In 1892, Emile Berliner began commercial production of his gramophone records, the first disc records to be offered to the public. The earliest broadcasts of recorded music were made by radio engineers and experimenters. On Christmas Eve 1906, American Reginald A. Fessenden broadcast both live and recorded music from Brant Rock, Massachusetts. In 1907, American inventor Lee DeForest broadcast a recording of the William Tell Overture from his laboratory in the Parker Building in New York City, claiming "Of course, there weren't many receivers in those days, but I was the first disc jockey".[5]

Ray Newby, of Stockton, California claimed on a 1965 episode of CBS I've Got a Secret to be regularly playing records on a small transmitter while a student at Herrold College of Engineering and Wireless in San Jose, California in 1909.[7][8]

By 1910, radio broadcasters had started to use "live" orchestras as well as prerecorded sound. In the early radio age, content typically included comedy, drama, news, music, and sports reporting. Most radio stations had an orchestra or band on the payroll.[9][10] The Federal Communications Commission also clearly favored live music, providing accelerated license approval to stations promising not to use any recordings for their first three years on the air.[11] Many noted recording artists tried to keep their recorded works off the air by having their records labeled as not being legal for airplay.[12] It took a Federal court ruling in 1940 to establish that a recording artist had no legal right to control the use of a record after it was sold.[11]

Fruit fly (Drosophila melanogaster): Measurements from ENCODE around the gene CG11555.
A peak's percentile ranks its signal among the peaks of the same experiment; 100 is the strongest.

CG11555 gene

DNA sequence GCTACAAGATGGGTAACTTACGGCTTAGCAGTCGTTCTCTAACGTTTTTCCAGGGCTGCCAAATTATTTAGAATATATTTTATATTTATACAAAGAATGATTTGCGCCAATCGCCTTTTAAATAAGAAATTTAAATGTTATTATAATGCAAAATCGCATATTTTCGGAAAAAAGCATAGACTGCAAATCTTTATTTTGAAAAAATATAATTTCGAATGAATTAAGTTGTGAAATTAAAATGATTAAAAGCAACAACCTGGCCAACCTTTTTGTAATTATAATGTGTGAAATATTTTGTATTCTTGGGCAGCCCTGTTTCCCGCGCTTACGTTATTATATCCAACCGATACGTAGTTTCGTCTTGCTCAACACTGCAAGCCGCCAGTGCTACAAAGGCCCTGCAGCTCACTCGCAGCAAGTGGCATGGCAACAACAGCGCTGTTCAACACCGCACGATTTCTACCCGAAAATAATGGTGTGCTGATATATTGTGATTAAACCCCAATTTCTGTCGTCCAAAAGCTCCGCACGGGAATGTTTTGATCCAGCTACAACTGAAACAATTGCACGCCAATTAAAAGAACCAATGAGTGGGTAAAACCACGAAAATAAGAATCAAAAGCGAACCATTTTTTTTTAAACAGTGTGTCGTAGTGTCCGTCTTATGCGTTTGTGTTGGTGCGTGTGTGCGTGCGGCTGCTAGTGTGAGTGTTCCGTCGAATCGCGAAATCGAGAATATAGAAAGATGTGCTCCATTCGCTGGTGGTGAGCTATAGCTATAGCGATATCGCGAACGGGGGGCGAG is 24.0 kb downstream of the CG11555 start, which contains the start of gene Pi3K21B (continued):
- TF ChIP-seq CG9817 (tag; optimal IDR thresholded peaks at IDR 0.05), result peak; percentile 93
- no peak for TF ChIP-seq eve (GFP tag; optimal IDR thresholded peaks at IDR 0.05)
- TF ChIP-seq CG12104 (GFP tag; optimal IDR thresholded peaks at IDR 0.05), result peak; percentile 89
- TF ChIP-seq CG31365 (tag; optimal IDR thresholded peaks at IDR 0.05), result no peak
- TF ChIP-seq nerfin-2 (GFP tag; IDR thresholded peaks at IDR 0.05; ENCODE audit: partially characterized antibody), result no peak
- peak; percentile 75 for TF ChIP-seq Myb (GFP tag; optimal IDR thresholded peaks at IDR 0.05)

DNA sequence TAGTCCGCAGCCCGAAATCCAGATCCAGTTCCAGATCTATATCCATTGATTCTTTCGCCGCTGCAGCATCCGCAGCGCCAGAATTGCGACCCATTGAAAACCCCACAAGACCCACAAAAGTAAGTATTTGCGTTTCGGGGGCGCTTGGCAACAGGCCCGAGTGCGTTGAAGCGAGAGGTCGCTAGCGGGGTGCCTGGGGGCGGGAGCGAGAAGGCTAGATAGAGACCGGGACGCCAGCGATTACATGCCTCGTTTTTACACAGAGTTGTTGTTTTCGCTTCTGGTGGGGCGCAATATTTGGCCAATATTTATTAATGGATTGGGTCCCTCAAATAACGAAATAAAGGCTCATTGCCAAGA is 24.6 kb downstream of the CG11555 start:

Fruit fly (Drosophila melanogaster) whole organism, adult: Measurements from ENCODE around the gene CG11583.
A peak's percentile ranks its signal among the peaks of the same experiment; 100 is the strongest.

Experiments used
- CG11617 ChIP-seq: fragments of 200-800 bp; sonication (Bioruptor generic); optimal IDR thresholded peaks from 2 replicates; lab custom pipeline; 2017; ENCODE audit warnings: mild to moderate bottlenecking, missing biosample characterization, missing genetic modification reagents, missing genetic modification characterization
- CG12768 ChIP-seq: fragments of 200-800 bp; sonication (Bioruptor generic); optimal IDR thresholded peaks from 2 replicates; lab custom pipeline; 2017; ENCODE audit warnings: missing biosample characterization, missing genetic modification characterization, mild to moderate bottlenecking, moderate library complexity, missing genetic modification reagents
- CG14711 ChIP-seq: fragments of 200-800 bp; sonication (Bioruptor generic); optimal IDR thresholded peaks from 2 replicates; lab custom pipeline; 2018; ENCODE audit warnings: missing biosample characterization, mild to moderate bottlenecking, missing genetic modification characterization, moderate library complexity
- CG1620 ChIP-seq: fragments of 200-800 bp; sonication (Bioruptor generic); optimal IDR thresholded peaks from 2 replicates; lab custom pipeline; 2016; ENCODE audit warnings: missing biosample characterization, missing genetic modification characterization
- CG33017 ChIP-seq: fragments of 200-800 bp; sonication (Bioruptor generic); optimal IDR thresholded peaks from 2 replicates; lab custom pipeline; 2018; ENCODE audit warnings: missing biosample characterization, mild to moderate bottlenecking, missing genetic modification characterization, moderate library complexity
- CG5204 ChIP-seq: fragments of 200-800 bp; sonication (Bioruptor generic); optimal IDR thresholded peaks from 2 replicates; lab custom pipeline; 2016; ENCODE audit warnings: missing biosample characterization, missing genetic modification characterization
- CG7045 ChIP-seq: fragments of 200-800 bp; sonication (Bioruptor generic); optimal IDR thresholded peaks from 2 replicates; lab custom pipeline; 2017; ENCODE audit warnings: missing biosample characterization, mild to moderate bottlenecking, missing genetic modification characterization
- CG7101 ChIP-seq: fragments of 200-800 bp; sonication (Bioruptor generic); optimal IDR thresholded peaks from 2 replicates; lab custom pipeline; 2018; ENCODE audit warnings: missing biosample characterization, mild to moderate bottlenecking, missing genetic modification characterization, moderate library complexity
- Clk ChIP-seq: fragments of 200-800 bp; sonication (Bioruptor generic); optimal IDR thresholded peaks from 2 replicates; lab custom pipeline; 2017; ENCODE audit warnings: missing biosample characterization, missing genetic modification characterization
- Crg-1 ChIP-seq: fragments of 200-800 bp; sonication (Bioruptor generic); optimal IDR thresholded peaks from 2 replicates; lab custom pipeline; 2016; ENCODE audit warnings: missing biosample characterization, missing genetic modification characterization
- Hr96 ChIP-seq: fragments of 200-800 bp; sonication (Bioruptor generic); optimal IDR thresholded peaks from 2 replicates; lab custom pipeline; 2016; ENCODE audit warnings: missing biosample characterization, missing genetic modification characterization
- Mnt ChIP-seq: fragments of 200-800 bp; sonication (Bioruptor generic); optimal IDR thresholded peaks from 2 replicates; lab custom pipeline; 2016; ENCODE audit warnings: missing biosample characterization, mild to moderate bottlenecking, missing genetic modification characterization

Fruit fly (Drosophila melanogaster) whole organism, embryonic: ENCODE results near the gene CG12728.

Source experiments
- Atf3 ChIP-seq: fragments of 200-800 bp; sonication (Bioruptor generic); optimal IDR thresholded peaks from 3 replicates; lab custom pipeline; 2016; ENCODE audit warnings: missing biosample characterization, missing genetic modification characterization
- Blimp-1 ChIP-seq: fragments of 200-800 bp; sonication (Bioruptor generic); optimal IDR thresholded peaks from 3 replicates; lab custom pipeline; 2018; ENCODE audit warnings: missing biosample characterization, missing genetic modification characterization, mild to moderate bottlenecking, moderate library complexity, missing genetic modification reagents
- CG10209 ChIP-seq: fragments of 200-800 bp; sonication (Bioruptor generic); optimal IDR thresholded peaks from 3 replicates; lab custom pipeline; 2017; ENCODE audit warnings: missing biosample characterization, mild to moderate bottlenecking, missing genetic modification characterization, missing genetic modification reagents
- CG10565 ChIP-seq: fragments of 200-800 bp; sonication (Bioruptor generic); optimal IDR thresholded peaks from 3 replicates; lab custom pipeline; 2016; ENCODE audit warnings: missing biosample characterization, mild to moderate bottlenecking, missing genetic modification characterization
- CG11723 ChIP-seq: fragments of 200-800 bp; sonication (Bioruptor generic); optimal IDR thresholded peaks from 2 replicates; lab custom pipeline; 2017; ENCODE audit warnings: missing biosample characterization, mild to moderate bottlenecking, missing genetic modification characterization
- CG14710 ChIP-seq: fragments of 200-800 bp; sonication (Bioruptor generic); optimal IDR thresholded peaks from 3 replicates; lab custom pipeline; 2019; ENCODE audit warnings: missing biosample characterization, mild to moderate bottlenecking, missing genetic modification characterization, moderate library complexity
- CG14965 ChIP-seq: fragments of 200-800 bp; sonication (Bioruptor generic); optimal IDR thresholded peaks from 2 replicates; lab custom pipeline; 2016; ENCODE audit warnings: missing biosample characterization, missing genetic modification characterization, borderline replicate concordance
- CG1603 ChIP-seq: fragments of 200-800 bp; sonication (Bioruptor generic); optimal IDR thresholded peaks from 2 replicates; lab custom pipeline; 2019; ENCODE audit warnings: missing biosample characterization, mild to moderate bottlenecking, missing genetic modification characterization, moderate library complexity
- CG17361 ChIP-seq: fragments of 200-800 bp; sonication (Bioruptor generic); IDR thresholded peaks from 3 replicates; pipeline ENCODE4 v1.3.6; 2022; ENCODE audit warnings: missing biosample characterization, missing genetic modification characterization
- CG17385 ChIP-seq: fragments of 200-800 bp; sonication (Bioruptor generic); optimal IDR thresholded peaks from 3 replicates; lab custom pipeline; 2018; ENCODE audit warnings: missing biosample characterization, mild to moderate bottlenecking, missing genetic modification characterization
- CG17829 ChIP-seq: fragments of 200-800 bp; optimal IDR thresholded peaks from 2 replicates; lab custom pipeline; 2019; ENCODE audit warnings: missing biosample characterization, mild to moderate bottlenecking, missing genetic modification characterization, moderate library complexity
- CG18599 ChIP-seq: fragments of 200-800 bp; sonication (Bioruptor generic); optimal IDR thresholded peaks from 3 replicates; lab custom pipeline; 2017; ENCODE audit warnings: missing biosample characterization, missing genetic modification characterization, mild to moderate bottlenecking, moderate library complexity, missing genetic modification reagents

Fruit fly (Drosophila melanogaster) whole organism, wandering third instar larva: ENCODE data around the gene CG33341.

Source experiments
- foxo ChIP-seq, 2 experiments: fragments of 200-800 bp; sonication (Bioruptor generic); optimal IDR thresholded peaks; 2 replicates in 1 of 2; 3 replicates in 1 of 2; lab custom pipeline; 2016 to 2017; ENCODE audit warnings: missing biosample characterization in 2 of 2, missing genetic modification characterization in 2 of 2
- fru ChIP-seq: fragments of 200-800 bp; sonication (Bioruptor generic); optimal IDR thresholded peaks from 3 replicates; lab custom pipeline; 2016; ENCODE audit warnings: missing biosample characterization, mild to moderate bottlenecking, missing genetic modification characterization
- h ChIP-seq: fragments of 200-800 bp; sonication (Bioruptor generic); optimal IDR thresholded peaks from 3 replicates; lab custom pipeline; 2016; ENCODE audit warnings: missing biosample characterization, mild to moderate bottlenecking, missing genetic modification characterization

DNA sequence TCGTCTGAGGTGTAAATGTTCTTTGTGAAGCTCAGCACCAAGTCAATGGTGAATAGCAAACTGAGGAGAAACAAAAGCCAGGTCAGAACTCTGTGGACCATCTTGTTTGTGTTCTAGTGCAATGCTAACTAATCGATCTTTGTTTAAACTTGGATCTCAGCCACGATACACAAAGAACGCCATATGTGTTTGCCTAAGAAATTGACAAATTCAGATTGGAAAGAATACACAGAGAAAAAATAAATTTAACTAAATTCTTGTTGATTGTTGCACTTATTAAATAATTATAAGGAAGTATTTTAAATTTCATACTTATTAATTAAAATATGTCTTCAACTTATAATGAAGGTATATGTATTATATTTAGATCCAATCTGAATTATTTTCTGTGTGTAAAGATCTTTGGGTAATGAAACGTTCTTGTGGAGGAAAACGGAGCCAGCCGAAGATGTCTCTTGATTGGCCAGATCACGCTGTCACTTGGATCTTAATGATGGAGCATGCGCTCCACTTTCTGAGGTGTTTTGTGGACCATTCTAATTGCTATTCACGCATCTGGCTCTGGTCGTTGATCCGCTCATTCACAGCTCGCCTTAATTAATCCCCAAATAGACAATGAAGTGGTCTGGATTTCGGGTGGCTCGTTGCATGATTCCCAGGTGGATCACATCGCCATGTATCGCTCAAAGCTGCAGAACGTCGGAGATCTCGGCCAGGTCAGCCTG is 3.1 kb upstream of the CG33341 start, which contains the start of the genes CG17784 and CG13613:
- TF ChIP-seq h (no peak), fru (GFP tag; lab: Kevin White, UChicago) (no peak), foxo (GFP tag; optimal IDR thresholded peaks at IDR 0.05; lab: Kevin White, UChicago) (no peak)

Elman B. Meyers started broadcasting a daily program in New York City in 1911 consisting mostly of recorded music. In 1914 his wife Sybil True broadcast records borrowed from a local music store. The first British DJ was Christopher Stone, who in 1927 convinced the BBC to let him broadcast a program consisting of American and American-influenced jazz records interspersed with his ad libbed introductions.[13]

DJ Martin Block with Stan Kenton.

In 1935, American radio commentator Walter Winchell coined the term "disc jockey" (the combination of disc, referring to the disc records, and jockey, which is an operator of a machine) as a description of radio announcer Martin Block, the first announcer to become a star. While his audience was awaiting developments in the Lindbergh kidnapping, Block played records and created the illusion that he was broadcasting from a ballroom, with the nation’s top dance bands performing live. The show, which he called Make Believe Ballroom, was an instant hit.[11]